That doesn't matter because it is a subset of the greater reality that God is over all. Because he is sovereign, because the universe belongs to him, the world is his and all that it contains, it is his prerogative to establish in authority those that he chooses to put there. And whether it's by genealogical succession in some countries, whether it's by democratic elections in other places of the world, God is using those various means to establish precisely the authority that he wants over a given realm at a given time. He establishes rulers.

He removes kings and he establishes kings. Now, beloved, step back with me. I've preached in places where there was an open baptistry right behind the pulpit, and so I always had to be careful, and I still think of it from time to time. Step back with me.

I could only step back a little bit, and then, you know, disaster was just inches away. So I like to just physically step back, give us a little bit of a breather so that we're able to process what God's Word is saying to us. God is sovereign over all. He's in control.

He determines what happens. God is sovereign over the rise of human leaders. Whatever level of authority you want to think about, the highest level, the most local municipal level, that means something for us as we think about it.

As we look at the world around us, as we look at policies and politics and all of that, we must have this crucial thought in our mind. No one has obtained a position of human authority anywhere in the universe during the course of history, nor will they ever. No one has obtained a position of power apart from the guiding hand of the God of the Bible.

And once they get there, it brings us to a third point. God is sovereign over the hearts of leaders. Scripture is so clear on this. God is sovereign over the hearts of leaders. And notice what we're shaping up here.

Notice the way the context informs us. God is sovereign over all. God is sovereign over the rise of leaders.

Once they get there, once God establishes them, He doesn't surrender His authority. He doesn't surrender His dominion over them. Their hearts belong to Him, and He is able to direct them according to what He wants. Look at Proverbs chapter 21. When I say their hearts belong to Him, I'm not talking about in the sense that the hearts of Christians belong to Him out of loyalty and redemption.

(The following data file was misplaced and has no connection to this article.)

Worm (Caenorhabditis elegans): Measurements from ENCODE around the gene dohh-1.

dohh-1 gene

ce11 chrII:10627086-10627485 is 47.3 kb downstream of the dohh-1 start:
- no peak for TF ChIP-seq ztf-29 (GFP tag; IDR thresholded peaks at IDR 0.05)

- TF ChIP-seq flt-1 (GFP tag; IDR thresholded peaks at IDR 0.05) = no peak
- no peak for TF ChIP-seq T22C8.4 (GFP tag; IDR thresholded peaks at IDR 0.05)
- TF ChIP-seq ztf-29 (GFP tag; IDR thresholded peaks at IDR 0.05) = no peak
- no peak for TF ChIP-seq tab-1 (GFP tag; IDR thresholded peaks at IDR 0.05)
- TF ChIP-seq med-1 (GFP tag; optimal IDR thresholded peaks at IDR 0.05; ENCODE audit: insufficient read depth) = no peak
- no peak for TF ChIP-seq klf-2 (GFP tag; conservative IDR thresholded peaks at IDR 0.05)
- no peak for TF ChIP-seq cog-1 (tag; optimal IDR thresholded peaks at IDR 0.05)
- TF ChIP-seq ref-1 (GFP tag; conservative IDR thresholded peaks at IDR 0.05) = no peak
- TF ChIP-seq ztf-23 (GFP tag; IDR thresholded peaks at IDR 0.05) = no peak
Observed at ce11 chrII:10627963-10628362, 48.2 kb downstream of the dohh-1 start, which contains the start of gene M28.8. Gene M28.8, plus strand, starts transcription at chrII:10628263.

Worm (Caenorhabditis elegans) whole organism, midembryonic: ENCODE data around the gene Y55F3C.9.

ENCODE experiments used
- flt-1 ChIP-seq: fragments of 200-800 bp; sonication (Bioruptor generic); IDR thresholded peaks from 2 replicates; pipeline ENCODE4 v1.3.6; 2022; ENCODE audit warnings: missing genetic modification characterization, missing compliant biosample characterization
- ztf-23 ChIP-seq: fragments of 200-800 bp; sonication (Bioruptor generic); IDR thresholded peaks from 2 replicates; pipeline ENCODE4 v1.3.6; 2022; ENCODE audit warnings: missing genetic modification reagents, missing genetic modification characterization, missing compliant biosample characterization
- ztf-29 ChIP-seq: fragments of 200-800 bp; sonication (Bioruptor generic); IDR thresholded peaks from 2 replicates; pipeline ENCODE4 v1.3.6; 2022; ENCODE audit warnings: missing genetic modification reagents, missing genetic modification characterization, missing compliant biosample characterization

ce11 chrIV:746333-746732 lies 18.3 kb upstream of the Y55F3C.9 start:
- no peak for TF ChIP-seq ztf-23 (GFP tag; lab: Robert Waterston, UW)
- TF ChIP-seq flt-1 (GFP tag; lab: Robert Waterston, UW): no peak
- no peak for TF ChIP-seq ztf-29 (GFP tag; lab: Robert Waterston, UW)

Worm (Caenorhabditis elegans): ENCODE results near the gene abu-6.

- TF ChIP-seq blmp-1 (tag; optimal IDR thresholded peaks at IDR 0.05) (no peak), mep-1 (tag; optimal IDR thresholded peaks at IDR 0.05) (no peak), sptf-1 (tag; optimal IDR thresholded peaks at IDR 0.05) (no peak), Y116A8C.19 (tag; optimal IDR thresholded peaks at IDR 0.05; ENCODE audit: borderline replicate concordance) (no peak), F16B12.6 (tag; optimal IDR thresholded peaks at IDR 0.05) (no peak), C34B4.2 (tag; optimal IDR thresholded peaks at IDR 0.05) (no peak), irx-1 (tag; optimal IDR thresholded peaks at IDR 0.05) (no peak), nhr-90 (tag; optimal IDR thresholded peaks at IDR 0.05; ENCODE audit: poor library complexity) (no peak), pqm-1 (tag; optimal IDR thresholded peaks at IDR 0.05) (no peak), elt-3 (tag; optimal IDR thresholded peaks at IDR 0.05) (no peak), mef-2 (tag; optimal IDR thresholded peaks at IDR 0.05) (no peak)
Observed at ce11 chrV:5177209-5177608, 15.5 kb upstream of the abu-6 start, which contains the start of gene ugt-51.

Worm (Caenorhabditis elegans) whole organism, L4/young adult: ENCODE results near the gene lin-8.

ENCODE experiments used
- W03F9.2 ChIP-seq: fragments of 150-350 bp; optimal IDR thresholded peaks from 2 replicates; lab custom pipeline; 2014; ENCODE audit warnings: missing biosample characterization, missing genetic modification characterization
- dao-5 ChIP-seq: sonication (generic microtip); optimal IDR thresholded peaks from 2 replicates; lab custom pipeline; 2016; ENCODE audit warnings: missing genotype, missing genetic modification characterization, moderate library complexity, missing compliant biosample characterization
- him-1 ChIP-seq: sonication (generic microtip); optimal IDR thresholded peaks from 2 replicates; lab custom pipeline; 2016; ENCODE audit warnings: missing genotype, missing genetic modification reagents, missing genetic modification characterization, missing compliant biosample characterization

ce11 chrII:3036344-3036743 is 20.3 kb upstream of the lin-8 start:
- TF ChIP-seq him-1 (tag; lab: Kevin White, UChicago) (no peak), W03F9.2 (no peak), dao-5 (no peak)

They belong to Him in the sense that He is sovereign over them. He directs their hearts to accomplish His purposes. Proverbs chapter 21, verse 1.

Turn there with me. Proverbs 21, verse 1. The king's heart is like channels of water in the hand of the Lord. He turns it wherever he wishes.

You turn on a faucet, you put your hand under it, you direct the water one way, you put your hand the other direction, it sends it the other way. That is exactly like the way that God directs the hearts of human leaders to achieve His purposes. They cannot operate outside of His sovereign work in their situation.

Now, this has been a very modest survey. Without much detail, I understand that. But God is sovereign over all. He's sovereign over the rise of human leaders.

He's sovereign over the direction of their hearts even. Sometimes, as with Pharaoh in the book of Exodus, He allows them to pursue a course of sin for the purpose of displaying His greater glory down the road. He lets hardened leaders oppose Him, only so that as they rise to the greatness of power, ultimately He displays His even greater power when He brings them down. We simply have to think about the course of world events from this great perspective.

God allows sin to go on for a time because He's going to achieve a greater purpose that will be displayed yet to come. He allows rulers who are unrighteous to have their position, sometimes simply because He's going to achieve greater things down the road. The end of history will show conclusively that at the final analysis, God reigned over all of it.

We get to deal in time with some of the ups and downs, the vicissitudes of that. But don't ever doubt, don't ever question that the God of the Bible, the God of our Lord Jesus Christ, is sovereign over all of it. God rules over rulers, is sovereign over all, including the hearts of those in authority. Even ungodly rulers are part of His plan. Pastor Don Green has reminded us to be of good cheer.

Things will not spiral ultimately out of control. Well, next time Don will conclude the Christian perspective on government. So be sure to join us then here on The Truth Pulpit. And we do invite you to visit our website at, where you can download podcasts or find out how to receive CD copies of Don's radio messages for your personal study library. And then you'll also find the link Follow Don's Pulpit. That'll take you to Don's full-length weekly sermons that aren't subject to the time editing we need for radio broadcasts. And if you happen to be in the Cincinnati area, check out the service times for Truth Community Church, which is also on our website. We'd love to welcome you. Now for Don Green, I'm Bill Wright, and we'll see you next time for more from The Truth Pulpit.
Whisper: medium.en / 2023-08-30 04:52:19 / 2023-08-30 05:01:16 / 9